The message contradicts a notable shift in favour of a transitional period amongst UK ministers with Lewis’ comments going against the grain, suggesting a chaotic Brexit is still a possibility.
Such a chaotic Brexit would be damaging to Sterling.
Some would argue the EU would be quite relaxed about such an outcome as there doesn’t appear a desire in Europe to let the UK endure anything but a punishing exit.
Despite the news the Pound to Euro exchange rate had managed to peak at 1.1228 having started the week in the low 1.11s.
Granted, this kind of recovery is nothing to get excited over but that Sterling is not plunging to fresh multi-year lows which does confirm a resilience to levels sub-1.11 is strong.
Why is the Pound Showing Resilience?
There are three reasons we believe Sterling is holding its nerve:
1) The Pound is fundamentally well valued against the Euro in the 1.11-1.14 region;
2) The US Dollar continues to struggle (more on this here)
3) Technical considerations confirm the Euro to be overbought allowing the Pound some breathing space.
Let’s look at some of the points in more detail.
The Pound is Comfortably Valued Against the Euro
Those visitors to Pound Sterling Live on Thursday, July 27 will have read our report on why the Dollar is likely to suffer more losses against the Euro than will the Pound over coming weeks.
Credit Suisse argue that the uncertainty facing the Pound over Brexit could quite easily turn into a positive driver should the UK get its act together with regards to Brexit.
As such, while Credit Suisse downgraded their forecasts for the Dollar against the Euro, they were content to leave their year-end forecast target at 1.11 to reflect on the prospect of Sterling staging a sustained relief rally that would ultimately put a floor under its recent woes.
Analysts at Barclays have meanwhile updated clients with their global FX forecasts released in July and say they believe the Pound to Euro exchange rate will end the year at 1.1364 before edging higher through the course of 2018.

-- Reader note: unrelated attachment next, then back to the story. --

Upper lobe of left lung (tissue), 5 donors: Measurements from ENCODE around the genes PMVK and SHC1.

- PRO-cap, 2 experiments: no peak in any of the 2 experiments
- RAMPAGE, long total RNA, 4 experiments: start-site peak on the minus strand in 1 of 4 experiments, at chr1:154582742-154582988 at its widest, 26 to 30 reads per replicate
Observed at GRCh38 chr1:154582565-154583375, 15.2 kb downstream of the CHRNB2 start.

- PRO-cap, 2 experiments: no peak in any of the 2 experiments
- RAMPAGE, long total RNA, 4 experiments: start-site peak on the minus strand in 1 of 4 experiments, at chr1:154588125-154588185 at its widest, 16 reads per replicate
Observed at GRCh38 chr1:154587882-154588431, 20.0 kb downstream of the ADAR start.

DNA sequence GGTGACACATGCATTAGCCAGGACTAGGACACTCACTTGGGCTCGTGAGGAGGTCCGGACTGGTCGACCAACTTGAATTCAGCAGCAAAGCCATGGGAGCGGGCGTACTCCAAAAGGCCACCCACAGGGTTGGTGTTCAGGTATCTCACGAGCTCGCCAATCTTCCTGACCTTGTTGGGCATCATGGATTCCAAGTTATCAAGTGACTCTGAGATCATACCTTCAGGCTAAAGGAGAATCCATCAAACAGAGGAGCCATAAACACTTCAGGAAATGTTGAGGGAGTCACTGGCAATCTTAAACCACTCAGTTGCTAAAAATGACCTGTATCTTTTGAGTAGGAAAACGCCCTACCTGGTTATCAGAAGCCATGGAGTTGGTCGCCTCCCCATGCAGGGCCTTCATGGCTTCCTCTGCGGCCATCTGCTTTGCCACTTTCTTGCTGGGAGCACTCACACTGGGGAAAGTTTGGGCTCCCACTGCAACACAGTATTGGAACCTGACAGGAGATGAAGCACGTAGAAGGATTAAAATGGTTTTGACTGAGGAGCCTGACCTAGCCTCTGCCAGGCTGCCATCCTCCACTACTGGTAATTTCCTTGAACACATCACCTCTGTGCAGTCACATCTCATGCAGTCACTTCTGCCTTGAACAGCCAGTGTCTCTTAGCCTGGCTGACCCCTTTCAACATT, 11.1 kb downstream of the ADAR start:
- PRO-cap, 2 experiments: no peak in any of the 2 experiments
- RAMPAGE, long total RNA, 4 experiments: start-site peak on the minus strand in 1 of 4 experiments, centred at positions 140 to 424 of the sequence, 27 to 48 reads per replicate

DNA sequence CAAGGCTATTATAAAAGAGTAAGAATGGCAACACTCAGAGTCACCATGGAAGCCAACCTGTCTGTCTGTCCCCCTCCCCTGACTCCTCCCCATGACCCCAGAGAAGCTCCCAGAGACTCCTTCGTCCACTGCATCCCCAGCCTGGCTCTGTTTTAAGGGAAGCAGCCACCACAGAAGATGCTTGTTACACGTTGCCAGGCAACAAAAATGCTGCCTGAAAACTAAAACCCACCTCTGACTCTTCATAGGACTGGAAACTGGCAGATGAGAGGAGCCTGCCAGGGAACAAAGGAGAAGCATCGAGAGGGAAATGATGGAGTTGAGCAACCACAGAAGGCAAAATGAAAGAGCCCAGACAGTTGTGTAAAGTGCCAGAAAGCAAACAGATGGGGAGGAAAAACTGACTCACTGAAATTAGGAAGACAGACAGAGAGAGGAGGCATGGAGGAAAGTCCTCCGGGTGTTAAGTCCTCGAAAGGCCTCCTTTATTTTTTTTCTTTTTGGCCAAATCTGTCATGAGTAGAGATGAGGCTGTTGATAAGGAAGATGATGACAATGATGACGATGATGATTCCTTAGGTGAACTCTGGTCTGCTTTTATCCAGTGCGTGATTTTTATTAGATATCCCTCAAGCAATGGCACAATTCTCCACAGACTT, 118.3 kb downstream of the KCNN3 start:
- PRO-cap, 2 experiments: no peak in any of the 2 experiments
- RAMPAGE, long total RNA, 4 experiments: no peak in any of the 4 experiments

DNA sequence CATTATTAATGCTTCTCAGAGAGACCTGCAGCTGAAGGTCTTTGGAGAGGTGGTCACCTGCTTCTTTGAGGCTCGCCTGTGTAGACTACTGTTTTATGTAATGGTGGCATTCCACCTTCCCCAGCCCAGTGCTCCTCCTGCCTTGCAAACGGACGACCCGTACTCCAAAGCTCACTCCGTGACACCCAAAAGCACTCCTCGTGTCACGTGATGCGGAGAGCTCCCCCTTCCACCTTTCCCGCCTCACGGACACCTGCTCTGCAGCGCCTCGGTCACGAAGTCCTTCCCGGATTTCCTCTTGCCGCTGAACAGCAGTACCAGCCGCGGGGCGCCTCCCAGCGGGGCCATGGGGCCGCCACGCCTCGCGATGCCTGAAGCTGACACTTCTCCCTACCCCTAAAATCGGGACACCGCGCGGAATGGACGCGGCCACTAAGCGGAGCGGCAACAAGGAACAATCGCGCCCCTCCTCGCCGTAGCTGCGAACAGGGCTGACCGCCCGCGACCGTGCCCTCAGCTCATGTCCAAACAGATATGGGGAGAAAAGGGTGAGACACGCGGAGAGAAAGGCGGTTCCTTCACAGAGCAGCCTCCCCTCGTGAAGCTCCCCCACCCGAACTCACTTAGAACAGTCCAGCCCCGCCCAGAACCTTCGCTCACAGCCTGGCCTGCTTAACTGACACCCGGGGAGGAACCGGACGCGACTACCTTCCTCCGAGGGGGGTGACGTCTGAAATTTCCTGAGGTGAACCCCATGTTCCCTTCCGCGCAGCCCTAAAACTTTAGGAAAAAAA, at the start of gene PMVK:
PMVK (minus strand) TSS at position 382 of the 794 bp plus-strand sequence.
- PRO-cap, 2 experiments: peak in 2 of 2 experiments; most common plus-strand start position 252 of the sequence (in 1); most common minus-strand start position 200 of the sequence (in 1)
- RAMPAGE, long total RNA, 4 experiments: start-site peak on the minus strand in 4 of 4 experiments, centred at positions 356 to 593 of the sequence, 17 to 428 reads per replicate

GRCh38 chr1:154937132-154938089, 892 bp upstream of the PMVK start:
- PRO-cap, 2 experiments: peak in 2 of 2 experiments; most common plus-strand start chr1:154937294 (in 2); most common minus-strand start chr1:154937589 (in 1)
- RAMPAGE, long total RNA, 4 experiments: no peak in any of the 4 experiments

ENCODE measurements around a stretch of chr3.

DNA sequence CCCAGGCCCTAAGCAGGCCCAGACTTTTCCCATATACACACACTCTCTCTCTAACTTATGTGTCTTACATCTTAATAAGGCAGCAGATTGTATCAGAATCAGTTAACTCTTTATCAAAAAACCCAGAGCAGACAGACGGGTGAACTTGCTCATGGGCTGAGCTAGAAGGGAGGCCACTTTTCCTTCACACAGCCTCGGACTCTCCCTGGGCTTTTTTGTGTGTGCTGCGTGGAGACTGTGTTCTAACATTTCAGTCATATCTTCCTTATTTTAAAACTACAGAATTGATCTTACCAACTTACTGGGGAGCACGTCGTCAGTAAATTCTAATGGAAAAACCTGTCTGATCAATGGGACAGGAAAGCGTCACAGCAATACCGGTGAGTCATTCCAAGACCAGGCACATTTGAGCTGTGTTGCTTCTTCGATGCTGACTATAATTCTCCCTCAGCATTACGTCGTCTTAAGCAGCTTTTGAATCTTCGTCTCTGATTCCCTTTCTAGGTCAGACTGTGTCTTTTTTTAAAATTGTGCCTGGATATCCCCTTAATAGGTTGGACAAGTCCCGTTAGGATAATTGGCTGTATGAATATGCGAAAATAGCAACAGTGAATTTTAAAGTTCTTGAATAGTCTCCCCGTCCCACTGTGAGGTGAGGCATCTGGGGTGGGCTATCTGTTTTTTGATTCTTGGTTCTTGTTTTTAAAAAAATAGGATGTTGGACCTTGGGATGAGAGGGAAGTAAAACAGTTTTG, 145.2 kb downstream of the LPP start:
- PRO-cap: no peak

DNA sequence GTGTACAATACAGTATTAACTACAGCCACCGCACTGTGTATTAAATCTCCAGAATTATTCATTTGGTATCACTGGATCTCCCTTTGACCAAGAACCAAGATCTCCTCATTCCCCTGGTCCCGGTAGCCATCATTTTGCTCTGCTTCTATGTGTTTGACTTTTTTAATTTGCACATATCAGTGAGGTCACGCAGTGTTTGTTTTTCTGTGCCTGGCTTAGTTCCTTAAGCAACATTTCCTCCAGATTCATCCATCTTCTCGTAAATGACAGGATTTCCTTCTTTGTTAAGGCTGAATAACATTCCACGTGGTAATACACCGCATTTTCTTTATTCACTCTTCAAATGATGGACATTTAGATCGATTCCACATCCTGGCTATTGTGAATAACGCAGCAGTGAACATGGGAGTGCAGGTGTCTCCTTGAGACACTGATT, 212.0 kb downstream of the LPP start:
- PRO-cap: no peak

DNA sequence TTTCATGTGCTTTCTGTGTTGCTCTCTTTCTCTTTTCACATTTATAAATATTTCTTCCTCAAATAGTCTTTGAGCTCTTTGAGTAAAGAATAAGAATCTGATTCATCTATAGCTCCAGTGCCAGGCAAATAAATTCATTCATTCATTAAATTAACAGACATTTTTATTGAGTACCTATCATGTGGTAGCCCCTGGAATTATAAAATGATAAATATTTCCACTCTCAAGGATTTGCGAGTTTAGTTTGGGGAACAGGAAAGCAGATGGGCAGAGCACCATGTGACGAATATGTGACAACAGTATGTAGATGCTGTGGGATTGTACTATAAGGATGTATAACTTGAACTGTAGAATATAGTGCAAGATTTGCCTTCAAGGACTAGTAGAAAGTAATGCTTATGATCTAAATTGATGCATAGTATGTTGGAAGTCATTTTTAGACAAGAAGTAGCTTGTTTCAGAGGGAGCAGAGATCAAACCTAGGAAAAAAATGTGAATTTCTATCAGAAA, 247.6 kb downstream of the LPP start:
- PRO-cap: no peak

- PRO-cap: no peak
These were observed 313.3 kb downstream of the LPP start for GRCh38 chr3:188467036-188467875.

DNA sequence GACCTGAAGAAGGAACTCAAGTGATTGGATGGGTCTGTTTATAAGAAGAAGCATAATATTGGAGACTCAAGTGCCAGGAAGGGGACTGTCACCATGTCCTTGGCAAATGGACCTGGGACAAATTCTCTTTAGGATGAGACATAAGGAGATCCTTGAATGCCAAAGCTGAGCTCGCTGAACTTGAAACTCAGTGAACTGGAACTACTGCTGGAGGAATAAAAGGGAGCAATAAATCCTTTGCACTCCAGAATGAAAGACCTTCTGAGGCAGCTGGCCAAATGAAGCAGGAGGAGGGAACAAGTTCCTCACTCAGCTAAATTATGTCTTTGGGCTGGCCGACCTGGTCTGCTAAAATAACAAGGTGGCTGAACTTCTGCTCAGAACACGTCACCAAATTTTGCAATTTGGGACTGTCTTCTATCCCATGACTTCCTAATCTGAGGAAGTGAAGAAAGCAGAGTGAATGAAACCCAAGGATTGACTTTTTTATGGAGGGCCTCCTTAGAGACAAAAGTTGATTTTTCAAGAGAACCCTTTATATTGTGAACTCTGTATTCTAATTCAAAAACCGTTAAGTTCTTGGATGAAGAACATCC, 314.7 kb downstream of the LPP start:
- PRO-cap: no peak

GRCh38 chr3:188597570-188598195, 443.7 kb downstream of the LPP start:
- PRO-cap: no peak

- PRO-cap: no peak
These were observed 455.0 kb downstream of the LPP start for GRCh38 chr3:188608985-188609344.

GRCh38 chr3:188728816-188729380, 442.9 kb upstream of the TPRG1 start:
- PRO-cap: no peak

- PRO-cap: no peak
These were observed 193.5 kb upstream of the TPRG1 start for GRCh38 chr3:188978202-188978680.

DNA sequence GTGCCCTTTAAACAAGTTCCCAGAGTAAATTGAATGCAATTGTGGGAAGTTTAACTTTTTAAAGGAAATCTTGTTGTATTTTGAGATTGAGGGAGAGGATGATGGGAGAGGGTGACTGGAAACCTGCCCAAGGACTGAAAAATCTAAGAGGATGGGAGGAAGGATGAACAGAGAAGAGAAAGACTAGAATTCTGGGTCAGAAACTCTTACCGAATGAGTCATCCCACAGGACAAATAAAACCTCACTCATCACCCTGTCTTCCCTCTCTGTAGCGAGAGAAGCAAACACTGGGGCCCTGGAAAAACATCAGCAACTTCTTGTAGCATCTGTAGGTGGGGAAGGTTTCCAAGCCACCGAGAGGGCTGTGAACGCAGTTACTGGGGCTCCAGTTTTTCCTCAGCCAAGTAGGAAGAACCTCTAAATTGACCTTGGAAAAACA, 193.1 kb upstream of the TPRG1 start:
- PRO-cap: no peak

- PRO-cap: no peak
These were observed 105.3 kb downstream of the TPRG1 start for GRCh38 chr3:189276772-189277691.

For Barclays, the Bank of England will provide support.
“Despite concerns by others that the BoE would be committing a policy error if it hikes rates, some members of the MPC may be asserting that enough is enough: protecting the long-run value of GBP and BoE credibility by removing exigent policies may merit a temporary loss of output,” say analysts at high-street lender.
Furthermore, the Euro is looking expensive, particularly against the US Dollar:
“We continue to believe that the conditions for a EUR breakout are not yet met and that the current move likely is an extension of a shift higher in the centre of the range. Moreover, the conditions for a significant tactical reversal are increasingly apparent.”
They expect the EUR/USD to reverse and end 2017 back at 1.14.
This is significant in that a reversal in EUR/USD will more likely than note see EUR/GBP reverse too.
And if you are not convinced by the estimates provided by just two institutions take note – the median and mean forecast for GBP/EUR broadly places the exchange rate in the 1.11 – 1.15 range by end-2017.
Those interested in delving into the exact numbers and projections can download our collated forecast document which contains the finer details.
Technicals: An Overbaked Euro
A theme we have been covering in separate articles over recent days is the Euro’s run higher which appears to be a case of too much, too soon.
Technical analysts – who are primarily concerned with the structure of the market – note that a corrective turn higher by Pound Sterling is underway.
“Momentum studies are still unwinding from overbought,” says Robin Wilkin at Lloyds Bank.
According to David Sneddon at Credit Suisse, the exchange rate is “still in a consolidation phase.”
However, all the technical analysts we have been following are in agreement that the Pound’s decline is not yet necessarily done with a fall to 1.1048 being the likely end result of any leg lower.
So if the technical community are correct the Euro is likely to ultimately restart its longer-term trend of appreciation within the next few weeks.